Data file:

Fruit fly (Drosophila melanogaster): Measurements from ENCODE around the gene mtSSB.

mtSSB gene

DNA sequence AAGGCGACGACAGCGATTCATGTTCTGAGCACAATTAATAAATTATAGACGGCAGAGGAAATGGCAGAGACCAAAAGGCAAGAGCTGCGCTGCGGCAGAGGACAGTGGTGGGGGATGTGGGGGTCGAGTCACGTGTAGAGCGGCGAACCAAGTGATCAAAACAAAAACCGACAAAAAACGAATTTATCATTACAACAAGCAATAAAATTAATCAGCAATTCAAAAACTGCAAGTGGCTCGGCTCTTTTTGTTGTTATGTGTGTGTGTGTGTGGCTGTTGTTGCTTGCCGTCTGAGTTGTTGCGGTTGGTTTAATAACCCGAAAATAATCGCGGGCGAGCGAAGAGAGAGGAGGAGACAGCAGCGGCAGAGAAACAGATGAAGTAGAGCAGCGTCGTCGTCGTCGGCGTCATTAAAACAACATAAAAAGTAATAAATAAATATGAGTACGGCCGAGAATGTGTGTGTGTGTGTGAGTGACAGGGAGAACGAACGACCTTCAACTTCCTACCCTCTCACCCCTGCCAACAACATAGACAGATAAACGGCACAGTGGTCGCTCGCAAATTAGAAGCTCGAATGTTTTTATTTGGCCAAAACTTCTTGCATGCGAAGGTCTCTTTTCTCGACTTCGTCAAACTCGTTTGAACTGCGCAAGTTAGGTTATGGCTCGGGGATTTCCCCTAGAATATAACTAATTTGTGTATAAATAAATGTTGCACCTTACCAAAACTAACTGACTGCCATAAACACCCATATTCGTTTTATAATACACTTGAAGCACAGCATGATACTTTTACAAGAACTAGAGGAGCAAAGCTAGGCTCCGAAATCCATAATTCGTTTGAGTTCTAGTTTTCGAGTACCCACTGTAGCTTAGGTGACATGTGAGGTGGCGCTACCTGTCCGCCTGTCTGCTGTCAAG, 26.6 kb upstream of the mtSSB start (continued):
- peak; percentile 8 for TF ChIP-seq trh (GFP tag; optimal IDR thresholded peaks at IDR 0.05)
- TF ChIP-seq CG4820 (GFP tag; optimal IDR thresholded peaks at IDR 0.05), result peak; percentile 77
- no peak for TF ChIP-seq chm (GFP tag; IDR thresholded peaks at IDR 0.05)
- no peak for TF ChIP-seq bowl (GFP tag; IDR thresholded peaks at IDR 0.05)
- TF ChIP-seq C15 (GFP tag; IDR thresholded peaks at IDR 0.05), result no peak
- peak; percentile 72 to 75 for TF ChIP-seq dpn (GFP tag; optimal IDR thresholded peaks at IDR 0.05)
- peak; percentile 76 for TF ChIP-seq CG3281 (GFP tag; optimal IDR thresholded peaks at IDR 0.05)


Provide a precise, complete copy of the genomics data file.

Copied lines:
Fruit fly (Drosophila melanogaster): Measurements from ENCODE around the gene mtSSB.

mtSSB gene

DNA sequence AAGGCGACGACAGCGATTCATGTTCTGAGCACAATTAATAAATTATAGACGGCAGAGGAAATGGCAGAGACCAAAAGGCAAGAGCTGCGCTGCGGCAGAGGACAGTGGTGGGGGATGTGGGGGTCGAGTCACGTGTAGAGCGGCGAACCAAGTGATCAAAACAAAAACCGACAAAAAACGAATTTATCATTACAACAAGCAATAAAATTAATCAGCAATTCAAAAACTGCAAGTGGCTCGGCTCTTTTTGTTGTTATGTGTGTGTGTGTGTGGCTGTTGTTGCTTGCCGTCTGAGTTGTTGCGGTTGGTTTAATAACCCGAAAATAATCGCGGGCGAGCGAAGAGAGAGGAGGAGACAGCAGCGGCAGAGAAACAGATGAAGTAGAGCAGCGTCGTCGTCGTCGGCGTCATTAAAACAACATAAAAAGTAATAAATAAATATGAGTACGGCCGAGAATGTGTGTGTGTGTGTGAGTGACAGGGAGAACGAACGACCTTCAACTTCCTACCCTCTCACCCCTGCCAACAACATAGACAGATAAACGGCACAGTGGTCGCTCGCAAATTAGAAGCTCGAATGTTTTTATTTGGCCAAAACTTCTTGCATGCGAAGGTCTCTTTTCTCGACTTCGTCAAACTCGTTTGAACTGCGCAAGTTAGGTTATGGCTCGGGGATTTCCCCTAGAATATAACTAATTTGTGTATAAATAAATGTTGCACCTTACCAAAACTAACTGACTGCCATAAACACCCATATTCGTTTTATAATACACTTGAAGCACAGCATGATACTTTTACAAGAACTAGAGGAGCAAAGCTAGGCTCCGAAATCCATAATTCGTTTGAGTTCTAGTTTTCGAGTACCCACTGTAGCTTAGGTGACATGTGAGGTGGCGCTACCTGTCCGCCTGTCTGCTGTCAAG, 26.6 kb upstream of the mtSSB start (continued):
- peak; percentile 8 for TF ChIP-seq trh (GFP tag; optimal IDR thresholded peaks at IDR 0.05)
- TF ChIP-seq CG4820 (GFP tag; optimal IDR thresholded peaks at IDR 0.05), result peak; percentile 77
- no peak for TF ChIP-seq chm (GFP tag; IDR thresholded peaks at IDR 0.05)
- no peak for TF ChIP-seq bowl (GFP tag; IDR thresholded peaks at IDR 0.05)
- TF ChIP-seq C15 (GFP tag; IDR thresholded peaks at IDR 0.05), result no peak
- peak; percentile 72 to 75 for TF ChIP-seq dpn (GFP tag; optimal IDR thresholded peaks at IDR 0.05)
- peak; percentile 76 for TF ChIP-seq CG3281 (GFP tag; optimal IDR thresholded peaks at IDR 0.05)